21:37), and also coming there on the night of his betrayal . At the foot of the Mount of Olives lies the Garden of Gethsemane
Gethsemane
Gethsemane is a garden at the foot of the Mount of Olives in Jerusalem most famous as the place where, according to Biblical texts, Jesus and his disciples are said to have prayed the night before Jesus' crucifixion.- Etymology :...

. The New Testament, tells how Jesus and his friends sang together – "When they had sung the hymn, they went out to the Mount of Olives" Gospel of Matthew
Gospel of Matthew
The Gospel According to Matthew is one of the four canonical gospels, one of the three synoptic gospels, and the first book of the New Testament. It tells of the life, ministry, death, and resurrection of Jesus of Nazareth...

 26:30. Jesus ascended to heaven from the Mt of Olives as recorded in the book of Acts 1:9–12.

Status since 1948


In the 1948 Arab–Israeli War, Jordan
Jordan
Jordan , officially the Hashemite Kingdom of Jordan , Al-Mamlaka al-Urduniyya al-Hashemiyya) is a kingdom on the East Bank of the River Jordan. The country borders Saudi Arabia to the east and south-east, Iraq to the north-east, Syria to the north and the West Bank and Israel to the west, sharing...

 occupied East Jerusalem
East Jerusalem
East Jerusalem or Eastern Jerusalem refer to the parts of Jerusalem captured and annexed by Jordan in the 1948 Arab-Israeli War and then captured and annexed by Israel in the 1967 Six-Day War...

, including the Mount of Olives, and held it until the 1967 Six-Day War
Six-Day War
The Six-Day War , also known as the June War, 1967 Arab-Israeli War, or Third Arab-Israeli War, was fought between June 5 and 10, 1967, by Israel and the neighboring states of Egypt , Jordan, and Syria...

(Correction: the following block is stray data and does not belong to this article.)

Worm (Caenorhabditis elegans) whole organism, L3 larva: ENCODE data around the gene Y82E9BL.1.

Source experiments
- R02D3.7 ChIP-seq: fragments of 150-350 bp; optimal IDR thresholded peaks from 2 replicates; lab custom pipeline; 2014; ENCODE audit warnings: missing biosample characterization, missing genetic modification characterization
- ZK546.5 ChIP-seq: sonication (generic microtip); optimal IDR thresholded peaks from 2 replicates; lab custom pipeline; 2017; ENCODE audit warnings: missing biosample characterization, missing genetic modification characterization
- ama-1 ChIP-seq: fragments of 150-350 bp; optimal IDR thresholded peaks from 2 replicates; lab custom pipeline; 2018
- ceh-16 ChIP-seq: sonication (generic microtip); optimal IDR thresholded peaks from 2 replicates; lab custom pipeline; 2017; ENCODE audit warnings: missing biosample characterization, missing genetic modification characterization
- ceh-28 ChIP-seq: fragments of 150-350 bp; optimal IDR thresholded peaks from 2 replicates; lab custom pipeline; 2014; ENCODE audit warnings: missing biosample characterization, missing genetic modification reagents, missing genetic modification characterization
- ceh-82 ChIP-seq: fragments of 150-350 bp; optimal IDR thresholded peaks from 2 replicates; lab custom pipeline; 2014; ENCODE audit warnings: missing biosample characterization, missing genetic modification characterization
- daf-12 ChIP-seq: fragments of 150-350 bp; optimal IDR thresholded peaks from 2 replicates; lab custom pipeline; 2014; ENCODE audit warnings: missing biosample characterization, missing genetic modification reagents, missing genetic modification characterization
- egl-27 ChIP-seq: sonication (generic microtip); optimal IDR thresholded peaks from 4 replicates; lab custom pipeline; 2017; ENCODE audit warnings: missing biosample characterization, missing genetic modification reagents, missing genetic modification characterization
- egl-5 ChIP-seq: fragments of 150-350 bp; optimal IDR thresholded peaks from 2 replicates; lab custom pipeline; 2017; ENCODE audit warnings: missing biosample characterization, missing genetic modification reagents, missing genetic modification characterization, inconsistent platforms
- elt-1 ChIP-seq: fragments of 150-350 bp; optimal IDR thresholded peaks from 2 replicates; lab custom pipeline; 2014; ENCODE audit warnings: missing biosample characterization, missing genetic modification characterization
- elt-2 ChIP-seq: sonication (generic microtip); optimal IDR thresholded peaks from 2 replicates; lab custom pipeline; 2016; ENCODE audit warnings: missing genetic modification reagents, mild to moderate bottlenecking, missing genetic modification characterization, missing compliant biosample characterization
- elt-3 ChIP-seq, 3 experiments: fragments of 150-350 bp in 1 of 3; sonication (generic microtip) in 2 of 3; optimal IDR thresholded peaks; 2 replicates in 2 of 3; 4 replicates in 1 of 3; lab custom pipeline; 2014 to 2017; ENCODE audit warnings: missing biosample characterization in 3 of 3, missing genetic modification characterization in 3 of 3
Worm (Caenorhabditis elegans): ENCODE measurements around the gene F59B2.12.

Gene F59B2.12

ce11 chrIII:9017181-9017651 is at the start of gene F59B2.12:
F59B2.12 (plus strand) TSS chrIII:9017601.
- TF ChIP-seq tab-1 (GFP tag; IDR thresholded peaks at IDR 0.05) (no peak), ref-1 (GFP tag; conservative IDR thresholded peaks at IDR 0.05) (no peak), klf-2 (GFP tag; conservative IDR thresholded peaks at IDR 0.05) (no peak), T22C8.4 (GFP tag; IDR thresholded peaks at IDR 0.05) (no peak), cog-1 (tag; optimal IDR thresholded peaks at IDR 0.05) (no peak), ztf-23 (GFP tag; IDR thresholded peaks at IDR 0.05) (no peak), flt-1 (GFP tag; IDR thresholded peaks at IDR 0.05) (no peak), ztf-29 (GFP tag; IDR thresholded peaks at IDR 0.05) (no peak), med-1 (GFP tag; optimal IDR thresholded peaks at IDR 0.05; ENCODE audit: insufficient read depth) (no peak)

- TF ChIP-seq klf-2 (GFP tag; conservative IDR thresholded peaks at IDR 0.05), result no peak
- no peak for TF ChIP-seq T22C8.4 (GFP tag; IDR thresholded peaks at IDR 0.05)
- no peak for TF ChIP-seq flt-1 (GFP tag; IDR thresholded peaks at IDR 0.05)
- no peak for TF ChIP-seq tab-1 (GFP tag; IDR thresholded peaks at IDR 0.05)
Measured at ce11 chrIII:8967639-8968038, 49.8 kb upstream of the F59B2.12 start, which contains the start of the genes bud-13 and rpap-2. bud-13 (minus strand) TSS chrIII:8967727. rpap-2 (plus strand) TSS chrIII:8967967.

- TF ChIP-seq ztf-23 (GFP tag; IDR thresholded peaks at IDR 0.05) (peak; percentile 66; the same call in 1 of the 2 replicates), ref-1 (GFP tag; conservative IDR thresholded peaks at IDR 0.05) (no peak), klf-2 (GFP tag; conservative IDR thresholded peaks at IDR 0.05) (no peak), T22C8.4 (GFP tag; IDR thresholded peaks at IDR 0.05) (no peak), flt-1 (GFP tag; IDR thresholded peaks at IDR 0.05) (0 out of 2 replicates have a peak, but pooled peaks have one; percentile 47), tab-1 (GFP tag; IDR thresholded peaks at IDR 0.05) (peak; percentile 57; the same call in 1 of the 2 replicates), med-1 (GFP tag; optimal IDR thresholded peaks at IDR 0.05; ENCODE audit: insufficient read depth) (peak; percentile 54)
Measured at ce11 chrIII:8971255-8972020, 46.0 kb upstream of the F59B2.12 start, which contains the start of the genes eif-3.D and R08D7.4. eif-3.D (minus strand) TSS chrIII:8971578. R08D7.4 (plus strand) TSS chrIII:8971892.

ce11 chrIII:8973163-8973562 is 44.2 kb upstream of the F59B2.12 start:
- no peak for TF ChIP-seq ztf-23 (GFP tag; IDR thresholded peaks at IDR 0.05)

. During this period, Jordan annexed its part of the city, but this was recognized only by the United Kingdom
United Kingdom
The United Kingdom of Great Britain and Northern IrelandIn the United Kingdom and Dependencies, other languages have been officially recognised as legitimate autochthonous languages under the European Charter for Regional or Minority Languages...

 and Pakistan
Pakistan
Pakistan , officially the Islamic Republic of Pakistan is a sovereign state in South Asia. It has a coastline along the Arabian Sea and the Gulf of Oman in the south and is bordered by Afghanistan and Iran in the west, India in the east and China in the far northeast. In the north, Tajikistan...

. Jordan had obligated itself within the framework of the 3 April 1949 Armistice Agreement to allow "free access to the holy sites and cultural institutions and use of the cemeteries on the Mount of Olives." Non-Israeli Christian pilgrims were allowed to visit the Mount, but Jews of all countries and most non-Jewish Israeli citizens were barred from entering Jordan and therefore were unable to travel to the area. This was in direct violation of the agreed-to armistice.

By the end of 1949, and throughout the Jordanian occupation of the site, some Arab residents uprooted tombstones and plowed the land in the cemeteries and an estimated 38,000 tombstones were damaged in total. During this period, four roads were paved through the cemeteries, in the process destroying graves including those of famous persons. Buildings, including the Seven Arches Hotel
Seven Arches Hotel
The Seven Arches Hotel is a hotel in East Jerusalem in the Arab neighborhood of A-Tur on the Mount of Olives. The hotel overlooks the Jewish cemetery that covers the slopes of the mountain...

 (formerly Intercontinental Hotel) and a gas station, were erected on top of ancient graves.

Israel captured East Jerusalem, along with the rest of the West Bank
West Bank
The West Bank ) of the Jordan River is the landlocked geographical eastern part of the Palestinian territories located in Western Asia. To the west, north, and south, the West Bank shares borders with the state of Israel. To the east, across the Jordan River, lies the Hashemite Kingdom of Jordan...

 in the 1967 Six-day War
Six-Day War